So you’re thinking about becoming a UX/UI designer, but are afraid to start? Don’t worry. It’s easier than you think. You only need a solid foundation and a lot of dedication. I can’t help you with the latter, so let’s focus on the former.
This is going to be a part of a larger series of stories, based on the free chapters of Designing UI book. I tried to divide it into easy to digest chunks. Enjoy!
How are the images created?
Whether you’re making a low-fidelity wireframe, or a fully finalised, beautiful UI design, you’ll be using shapes and objects in a design tool of your choice. You can even use Keynote or Powerpoint to get familiar with shapes and their relations, and then do the transition to Sketch, Figma, Adobe XD or others.
All currently available UI design tools work by manipulating vector shapes. That means that all you see is represented by numbers that define it. It also means the object can be stretched and enlarged without losing any quality — it simply makes the numbers bigger and re-creates it again.
If you’re planning to design interfaces, be prepared that most of the time, it will be about moving various rectangular objects around. Rectangles are the most popular shape (right before ellipses) in all the interfaces.
The general idea of UI design is about moving rectangles around in just the right way.
UI design is about moving rectangles around. And the skill is all in knowing HOW to move them, WHERE and most importantly WHY.
The box model
The Box model is the most basic way of defining a digital interface object both in design and in code. Most of the design we do works according to the box model, so it’s essential to get to know it well.
It consists of four main elements:
Fill should be pretty self-explanatory. It’s the background of our element. It can be a solid color, a gradient, an image or a mix of all of these.
Border is an outline around our object. We will dive into all the different kinds of borders in the next stories from this series.
Outer margin (often just called “margin”) is the area outside of our object. It allows us to position it with enough safe space concerning everything around it. It’s the blue area outside our rectangle.
The inner margin is also called padding — this may come in handy when talking to developers. It means the more extensive it is, the bigger the safe area inside the object becomes. In the example above, it’s the darker area inside our colorful rectangle.
Width and height (in points) define the size of an object. In most cases, we use W and H for short. As it’s a two-dimensional space, the width is a scale on the horizontal axis, while the height is a scale on a vertical one.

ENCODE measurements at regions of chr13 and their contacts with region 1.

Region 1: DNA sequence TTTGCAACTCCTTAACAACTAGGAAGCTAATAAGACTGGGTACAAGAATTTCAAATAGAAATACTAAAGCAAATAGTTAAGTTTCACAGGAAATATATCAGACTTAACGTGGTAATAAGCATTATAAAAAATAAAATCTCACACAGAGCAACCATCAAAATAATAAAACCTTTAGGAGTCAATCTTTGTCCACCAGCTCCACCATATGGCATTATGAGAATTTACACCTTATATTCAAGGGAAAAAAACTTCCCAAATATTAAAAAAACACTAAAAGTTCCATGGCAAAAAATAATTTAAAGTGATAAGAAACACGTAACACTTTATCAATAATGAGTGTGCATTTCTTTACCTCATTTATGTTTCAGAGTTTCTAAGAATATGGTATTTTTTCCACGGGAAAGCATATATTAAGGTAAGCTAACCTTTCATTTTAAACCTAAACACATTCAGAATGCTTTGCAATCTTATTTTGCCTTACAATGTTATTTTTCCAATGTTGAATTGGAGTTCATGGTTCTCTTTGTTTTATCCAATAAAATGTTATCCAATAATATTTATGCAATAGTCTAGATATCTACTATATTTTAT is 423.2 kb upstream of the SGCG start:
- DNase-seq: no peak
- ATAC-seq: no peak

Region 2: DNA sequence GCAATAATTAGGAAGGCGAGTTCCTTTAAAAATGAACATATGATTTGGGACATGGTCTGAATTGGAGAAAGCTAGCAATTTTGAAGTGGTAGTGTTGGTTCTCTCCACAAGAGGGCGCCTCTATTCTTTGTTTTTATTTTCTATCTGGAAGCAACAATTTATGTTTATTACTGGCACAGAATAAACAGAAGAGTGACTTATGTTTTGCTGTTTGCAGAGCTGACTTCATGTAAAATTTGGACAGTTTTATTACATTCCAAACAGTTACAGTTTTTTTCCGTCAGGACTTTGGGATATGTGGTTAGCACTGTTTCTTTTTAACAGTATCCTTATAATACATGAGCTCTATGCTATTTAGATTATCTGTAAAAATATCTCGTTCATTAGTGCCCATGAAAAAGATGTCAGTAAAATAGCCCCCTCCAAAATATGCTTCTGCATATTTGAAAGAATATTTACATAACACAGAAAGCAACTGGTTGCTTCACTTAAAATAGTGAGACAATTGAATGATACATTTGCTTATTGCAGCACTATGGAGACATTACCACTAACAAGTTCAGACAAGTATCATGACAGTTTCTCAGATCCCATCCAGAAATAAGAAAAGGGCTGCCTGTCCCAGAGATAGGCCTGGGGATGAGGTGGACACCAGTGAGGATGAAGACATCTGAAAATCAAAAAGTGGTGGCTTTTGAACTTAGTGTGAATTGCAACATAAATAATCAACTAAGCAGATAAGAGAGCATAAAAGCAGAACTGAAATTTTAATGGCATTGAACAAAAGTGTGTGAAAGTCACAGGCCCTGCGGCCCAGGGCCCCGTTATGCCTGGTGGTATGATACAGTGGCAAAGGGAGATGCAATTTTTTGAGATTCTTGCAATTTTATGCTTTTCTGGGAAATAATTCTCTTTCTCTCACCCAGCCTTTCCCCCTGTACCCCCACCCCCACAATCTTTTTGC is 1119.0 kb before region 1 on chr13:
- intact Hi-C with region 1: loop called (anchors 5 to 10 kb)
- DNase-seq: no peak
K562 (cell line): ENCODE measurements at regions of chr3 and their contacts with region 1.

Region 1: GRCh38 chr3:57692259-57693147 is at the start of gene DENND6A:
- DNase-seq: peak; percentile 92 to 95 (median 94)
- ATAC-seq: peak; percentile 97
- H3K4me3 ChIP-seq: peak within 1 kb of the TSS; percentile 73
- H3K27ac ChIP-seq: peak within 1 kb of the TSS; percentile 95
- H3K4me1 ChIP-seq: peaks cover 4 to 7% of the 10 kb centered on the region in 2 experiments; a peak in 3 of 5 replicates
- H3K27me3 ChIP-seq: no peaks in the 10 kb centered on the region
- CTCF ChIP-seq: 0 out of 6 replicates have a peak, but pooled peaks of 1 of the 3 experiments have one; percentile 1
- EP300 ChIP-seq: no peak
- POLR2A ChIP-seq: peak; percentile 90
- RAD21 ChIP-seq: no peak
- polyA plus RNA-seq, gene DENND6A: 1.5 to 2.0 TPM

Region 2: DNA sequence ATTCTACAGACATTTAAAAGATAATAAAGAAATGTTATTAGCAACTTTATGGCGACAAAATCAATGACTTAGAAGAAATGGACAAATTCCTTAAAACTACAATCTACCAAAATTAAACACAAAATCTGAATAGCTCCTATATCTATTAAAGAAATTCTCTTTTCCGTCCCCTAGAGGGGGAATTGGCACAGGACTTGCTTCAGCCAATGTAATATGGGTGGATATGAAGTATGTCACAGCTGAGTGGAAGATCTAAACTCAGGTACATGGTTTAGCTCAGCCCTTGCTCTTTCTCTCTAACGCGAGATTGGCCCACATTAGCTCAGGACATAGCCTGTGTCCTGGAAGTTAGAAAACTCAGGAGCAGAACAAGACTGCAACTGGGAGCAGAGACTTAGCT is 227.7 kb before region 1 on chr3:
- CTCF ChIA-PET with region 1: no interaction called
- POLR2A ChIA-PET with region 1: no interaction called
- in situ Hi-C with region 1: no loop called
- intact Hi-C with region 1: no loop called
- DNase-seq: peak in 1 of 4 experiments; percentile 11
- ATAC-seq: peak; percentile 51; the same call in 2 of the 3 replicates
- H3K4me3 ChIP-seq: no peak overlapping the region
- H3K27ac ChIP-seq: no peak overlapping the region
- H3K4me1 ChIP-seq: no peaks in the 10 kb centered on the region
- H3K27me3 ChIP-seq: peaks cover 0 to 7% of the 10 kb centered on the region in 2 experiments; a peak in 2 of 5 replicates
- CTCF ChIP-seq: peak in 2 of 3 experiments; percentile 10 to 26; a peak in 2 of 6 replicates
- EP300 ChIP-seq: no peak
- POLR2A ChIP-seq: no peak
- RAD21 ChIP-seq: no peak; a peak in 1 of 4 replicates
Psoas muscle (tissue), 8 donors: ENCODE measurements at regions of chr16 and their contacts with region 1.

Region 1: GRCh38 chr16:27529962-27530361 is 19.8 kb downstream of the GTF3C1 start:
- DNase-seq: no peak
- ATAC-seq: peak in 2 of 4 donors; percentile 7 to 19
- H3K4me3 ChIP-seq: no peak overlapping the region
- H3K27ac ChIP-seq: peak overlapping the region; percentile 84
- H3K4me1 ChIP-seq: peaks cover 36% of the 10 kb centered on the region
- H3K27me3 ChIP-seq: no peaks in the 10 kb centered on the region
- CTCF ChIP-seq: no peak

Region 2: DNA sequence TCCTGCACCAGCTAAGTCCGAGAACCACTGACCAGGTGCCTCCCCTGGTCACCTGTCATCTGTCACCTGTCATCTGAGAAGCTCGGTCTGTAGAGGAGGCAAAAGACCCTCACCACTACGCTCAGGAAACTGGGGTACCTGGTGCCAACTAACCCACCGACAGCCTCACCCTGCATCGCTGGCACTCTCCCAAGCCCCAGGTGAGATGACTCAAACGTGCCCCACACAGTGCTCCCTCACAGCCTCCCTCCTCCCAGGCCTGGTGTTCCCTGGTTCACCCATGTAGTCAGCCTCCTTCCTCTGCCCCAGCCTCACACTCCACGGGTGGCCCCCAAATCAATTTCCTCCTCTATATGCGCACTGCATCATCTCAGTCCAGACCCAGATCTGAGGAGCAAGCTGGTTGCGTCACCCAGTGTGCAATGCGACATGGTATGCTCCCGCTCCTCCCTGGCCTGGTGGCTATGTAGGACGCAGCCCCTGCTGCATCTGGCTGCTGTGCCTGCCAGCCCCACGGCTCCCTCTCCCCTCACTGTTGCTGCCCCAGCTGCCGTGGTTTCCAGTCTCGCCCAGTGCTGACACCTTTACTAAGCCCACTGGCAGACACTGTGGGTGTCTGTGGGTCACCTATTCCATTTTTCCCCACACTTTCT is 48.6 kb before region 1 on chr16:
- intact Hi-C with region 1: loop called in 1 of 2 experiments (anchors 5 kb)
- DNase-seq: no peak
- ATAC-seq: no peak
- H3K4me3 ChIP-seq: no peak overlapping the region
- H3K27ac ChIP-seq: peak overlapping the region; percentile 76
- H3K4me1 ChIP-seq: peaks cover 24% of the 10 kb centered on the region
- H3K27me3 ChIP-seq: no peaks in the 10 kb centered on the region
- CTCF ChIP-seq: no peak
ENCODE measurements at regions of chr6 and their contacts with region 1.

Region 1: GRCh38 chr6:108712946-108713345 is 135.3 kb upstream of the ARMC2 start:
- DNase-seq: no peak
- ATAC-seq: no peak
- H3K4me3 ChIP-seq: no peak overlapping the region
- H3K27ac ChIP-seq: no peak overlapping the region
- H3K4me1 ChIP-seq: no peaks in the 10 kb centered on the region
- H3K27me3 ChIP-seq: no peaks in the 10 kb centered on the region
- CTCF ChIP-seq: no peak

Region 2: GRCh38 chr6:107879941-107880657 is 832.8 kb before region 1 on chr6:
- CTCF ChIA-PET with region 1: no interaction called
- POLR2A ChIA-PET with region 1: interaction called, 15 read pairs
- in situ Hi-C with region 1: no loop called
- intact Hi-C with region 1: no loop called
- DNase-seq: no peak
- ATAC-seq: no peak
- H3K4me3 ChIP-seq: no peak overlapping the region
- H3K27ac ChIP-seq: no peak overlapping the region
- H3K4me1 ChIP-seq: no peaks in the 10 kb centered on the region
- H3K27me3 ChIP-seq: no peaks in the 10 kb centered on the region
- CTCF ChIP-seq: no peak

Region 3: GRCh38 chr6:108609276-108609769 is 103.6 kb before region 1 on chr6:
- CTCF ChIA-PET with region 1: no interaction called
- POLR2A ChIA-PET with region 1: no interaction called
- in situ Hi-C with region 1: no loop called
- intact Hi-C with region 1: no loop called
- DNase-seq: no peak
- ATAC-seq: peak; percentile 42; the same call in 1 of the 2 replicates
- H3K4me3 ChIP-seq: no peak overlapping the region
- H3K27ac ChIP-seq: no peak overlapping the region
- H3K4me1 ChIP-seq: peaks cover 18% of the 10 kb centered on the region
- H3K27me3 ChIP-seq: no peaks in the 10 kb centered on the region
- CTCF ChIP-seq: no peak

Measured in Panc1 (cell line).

For short, points are not the same as pixels. The resolutions and pixel-densities are a topic for another article, so to keep it short: Points are vector representation of pixels, that are dependant on the resolution. On modern, very pixel-dense displays 1 point can be 4 pixels or more. The reason for this is to have large enough elements, but also give them enough sharpness and precision.
The width and height are always of the smallest possible rectangular box that can contain the object — even if the object itself has an irregular shape.
The position of the object is a set of numbers on the X and Y axis, defined by the artboard that contains it. The X is the position on the horizontal axis, while the Y is the position on the vertical one.
Ok, that’s easy for a square. But how about a circle? Or some random blob? Irregular objects positions are the position of their bounding box that contains the actual shape within.
Angle defines the rotation of our object going clockwise — the default being 0°. Rotation can also be a negative number. It’s worth remembering that a -15° rotation is the same as 360°-15°, which equals 345°.
In order to have a consistent interface, it’s best not to rotate objects by hand, but instead enter the right angle from the keyboard as it is way more precise than manually turning the object point by point.
If we Flatten the object (there’s a button that “does it”), it resets the angle to 0, but it is still rotated — only the new perspective becomes the base for further rotation.
Rotating circles will of course yield no visible result, unless they are filled with a gradient or a photo.
Many studies show, that rounded shapes are considered more friendly than sharp ones. To define the level of roundness, we use a property known as border radius (sometimes corner-radius).
A border-radius is a number. Just like the width and height, it’s also presented in points. The larger that number, the larger the roundness of the corners of our shape. You can use it for all of the edges at once or set them individually.
In general, even slightly rounded corners (between 2 and 6p) are considered more friendly than sharp ones (of 0 p). However, it’s good to have consistency in the roundness. The grid base unit that we select should define the border-radius. It should also match its surroundings.
Different border radii in the same object can make a great button if it also matches the brand guidelines (i.e., the logo also has a similar pattern).
If you decide to make your buttons that way, remember to be consistent with them across all the screens.
You can also watch me talk about these basics on video:
Thanks for getting this far! Hope you’re on your way to making some shapes!